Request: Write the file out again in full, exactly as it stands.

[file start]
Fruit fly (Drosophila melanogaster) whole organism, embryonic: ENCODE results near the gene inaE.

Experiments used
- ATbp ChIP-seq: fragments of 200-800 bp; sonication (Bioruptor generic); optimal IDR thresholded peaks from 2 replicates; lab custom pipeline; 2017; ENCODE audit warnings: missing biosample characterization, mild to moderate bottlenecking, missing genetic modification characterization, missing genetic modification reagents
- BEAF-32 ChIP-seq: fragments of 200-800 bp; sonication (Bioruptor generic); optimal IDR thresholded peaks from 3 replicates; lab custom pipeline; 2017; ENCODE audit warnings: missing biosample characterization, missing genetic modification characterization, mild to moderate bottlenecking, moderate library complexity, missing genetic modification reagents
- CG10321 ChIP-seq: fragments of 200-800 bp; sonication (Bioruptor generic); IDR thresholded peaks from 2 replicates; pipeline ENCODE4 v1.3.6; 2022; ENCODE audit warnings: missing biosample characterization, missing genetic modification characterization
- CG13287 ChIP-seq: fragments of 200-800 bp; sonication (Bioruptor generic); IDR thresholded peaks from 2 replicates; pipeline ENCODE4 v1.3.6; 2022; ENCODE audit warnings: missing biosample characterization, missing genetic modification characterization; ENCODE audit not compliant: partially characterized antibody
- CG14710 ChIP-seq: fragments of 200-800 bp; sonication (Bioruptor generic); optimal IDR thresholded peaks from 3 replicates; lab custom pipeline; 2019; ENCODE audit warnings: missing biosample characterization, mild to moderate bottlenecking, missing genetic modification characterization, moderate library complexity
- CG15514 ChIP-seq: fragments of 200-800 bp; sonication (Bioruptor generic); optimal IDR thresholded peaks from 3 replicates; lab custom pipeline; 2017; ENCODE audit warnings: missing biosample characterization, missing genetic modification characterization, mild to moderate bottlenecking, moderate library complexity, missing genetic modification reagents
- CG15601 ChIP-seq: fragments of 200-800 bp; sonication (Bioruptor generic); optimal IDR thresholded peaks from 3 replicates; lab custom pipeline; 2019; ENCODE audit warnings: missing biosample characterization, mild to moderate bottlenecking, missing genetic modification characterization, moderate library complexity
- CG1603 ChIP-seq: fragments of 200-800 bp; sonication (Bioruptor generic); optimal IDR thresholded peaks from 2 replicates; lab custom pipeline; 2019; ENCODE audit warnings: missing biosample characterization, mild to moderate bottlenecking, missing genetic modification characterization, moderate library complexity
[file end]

Fruit fly (Drosophila melanogaster) whole organism, embryonic: ENCODE results near the gene inaE.

Experiments used
- ATbp ChIP-seq: fragments of 200-800 bp; sonication (Bioruptor generic); optimal IDR thresholded peaks from 2 replicates; lab custom pipeline; 2017; ENCODE audit warnings: missing biosample characterization, mild to moderate bottlenecking, missing genetic modification characterization, missing genetic modification reagents
- BEAF-32 ChIP-seq: fragments of 200-800 bp; sonication (Bioruptor generic); optimal IDR thresholded peaks from 3 replicates; lab custom pipeline; 2017; ENCODE audit warnings: missing biosample characterization, missing genetic modification characterization, mild to moderate bottlenecking, moderate library complexity, missing genetic modification reagents
- CG10321 ChIP-seq: fragments of 200-800 bp; sonication (Bioruptor generic); IDR thresholded peaks from 2 replicates; pipeline ENCODE4 v1.3.6; 2022; ENCODE audit warnings: missing biosample characterization, missing genetic modification characterization
- CG13287 ChIP-seq: fragments of 200-800 bp; sonication (Bioruptor generic); IDR thresholded peaks from 2 replicates; pipeline ENCODE4 v1.3.6; 2022; ENCODE audit warnings: missing biosample characterization, missing genetic modification characterization; ENCODE audit not compliant: partially characterized antibody
- CG14710 ChIP-seq: fragments of 200-800 bp; sonication (Bioruptor generic); optimal IDR thresholded peaks from 3 replicates; lab custom pipeline; 2019; ENCODE audit warnings: missing biosample characterization, mild to moderate bottlenecking, missing genetic modification characterization, moderate library complexity
- CG15514 ChIP-seq: fragments of 200-800 bp; sonication (Bioruptor generic); optimal IDR thresholded peaks from 3 replicates; lab custom pipeline; 2017; ENCODE audit warnings: missing biosample characterization, missing genetic modification characterization, mild to moderate bottlenecking, moderate library complexity, missing genetic modification reagents
- CG15601 ChIP-seq: fragments of 200-800 bp; sonication (Bioruptor generic); optimal IDR thresholded peaks from 3 replicates; lab custom pipeline; 2019; ENCODE audit warnings: missing biosample characterization, mild to moderate bottlenecking, missing genetic modification characterization, moderate library complexity
- CG1603 ChIP-seq: fragments of 200-800 bp; sonication (Bioruptor generic); optimal IDR thresholded peaks from 2 replicates; lab custom pipeline; 2019; ENCODE audit warnings: missing biosample characterization, mild to moderate bottlenecking, missing genetic modification characterization, moderate library complexity